In hindsight, we can understand this given the Tribal Leadership model (see sidenote). In a sense, people showed up on average at a low Level 2 on the Tribal Leadership scale.
We turned this situation around by:
- Systematically addressing typical core limiting beliefs (using tools to address them directly).
- Encouraging participants to *immediately* trial the skills that build community, one by one.
- Enabling them to benefit immediately from the consequences. (pre-framing their experiences – especially in terms of giving and receiving… so that they were more mindful of those benefits. This was part of teaching an appreciative rather than critical mindset. We outlined the difference between criticism and discernment.)
Although the intervention was focused on employment, we never saw the participants as solely looking to improve their work situation. They were always whole people, and we helped them to become aware of their whole lives, within which work fitted.
Our work was labour intensive. We believe that when one is addressing a community that is to all effects, burnt out and harboring much anger and resentment and despair under a thin veneer of depression, the social investment has to be loaded up front. Once the skills are disseminated in the group and embedded amongst key seeds, then generative effects begin to appear. Our hope was that the benefits would seep into people’s families first and foremost.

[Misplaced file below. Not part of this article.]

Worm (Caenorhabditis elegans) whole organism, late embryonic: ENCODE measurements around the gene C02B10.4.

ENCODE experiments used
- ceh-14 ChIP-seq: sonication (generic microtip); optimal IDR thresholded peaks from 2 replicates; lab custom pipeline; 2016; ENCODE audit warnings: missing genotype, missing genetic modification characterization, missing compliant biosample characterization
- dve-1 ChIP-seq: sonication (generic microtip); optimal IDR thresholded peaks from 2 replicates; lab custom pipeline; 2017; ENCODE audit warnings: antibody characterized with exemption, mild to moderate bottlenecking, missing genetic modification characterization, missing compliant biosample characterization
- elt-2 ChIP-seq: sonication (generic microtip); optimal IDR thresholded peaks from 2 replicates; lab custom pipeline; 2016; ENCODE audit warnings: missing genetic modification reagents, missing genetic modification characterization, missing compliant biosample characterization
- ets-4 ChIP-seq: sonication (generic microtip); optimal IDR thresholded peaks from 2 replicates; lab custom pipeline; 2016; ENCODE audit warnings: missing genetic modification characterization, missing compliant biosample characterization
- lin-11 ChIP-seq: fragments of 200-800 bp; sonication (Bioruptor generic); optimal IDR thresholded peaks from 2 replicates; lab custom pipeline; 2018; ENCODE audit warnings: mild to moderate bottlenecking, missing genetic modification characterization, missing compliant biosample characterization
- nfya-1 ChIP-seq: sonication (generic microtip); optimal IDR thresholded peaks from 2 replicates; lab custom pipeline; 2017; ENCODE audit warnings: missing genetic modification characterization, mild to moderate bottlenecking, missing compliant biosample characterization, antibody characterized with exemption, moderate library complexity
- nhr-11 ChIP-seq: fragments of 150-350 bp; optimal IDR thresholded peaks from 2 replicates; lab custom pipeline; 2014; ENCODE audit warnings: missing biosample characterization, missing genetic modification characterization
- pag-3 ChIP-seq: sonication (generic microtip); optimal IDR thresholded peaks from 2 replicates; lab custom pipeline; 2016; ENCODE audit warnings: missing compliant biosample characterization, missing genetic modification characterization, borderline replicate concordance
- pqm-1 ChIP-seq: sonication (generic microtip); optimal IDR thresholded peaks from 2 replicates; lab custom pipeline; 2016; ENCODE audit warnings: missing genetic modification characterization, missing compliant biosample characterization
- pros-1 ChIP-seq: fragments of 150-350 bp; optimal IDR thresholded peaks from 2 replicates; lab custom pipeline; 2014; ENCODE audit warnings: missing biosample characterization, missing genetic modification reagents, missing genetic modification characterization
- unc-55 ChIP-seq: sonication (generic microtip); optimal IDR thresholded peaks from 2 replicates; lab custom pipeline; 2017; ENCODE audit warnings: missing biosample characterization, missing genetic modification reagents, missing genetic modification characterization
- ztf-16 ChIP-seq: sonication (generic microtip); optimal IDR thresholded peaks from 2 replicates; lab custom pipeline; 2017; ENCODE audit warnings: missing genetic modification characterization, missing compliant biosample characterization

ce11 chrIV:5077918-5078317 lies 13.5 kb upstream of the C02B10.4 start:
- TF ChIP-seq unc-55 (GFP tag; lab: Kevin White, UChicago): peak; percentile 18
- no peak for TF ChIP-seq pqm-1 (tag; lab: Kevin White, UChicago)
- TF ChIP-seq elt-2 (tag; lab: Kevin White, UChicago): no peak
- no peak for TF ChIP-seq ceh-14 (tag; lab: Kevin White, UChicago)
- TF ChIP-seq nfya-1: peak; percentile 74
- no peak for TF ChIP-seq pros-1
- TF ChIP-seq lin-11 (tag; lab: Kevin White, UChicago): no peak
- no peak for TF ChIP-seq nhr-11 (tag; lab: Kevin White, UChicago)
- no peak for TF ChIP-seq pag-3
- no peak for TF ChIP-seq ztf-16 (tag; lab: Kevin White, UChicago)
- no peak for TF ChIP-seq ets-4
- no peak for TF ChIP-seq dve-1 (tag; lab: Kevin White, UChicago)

We did not skimp on that initial 1-1 investment. We worked to support them one by one, to engage and to reach out to others so that they could complete the peer-support work that was built into the course.
We reiterated time and again about the benefits of reciprocity.
Much research has been done about the importance of the relationship between service provider and recipient. We were insistent on prioritization of the quality of those relationships. Each of the LCL team members was chosen for the ability to empathize and create relationship. This too paid off dividends. Our team grew to 7 and all of those 7 are still in touch with different participants from the course through their own volition.
Our messages were consistent:
- If you can only relate to others by whether you are above or below them, then you are caught in power dynamics. How about we are equal, but with different strengths and weaknesses?
- If you are better at some things, then don’t complain that you are held back by those around you – prove this by helping someone else, since these are the skills we are practicing!
- If you feel intimidated by others, then practice asking for help, and for everyone – learn to say an honest “no”.
- A rising tide lifts all boats.
- How you do anything is how you do everything.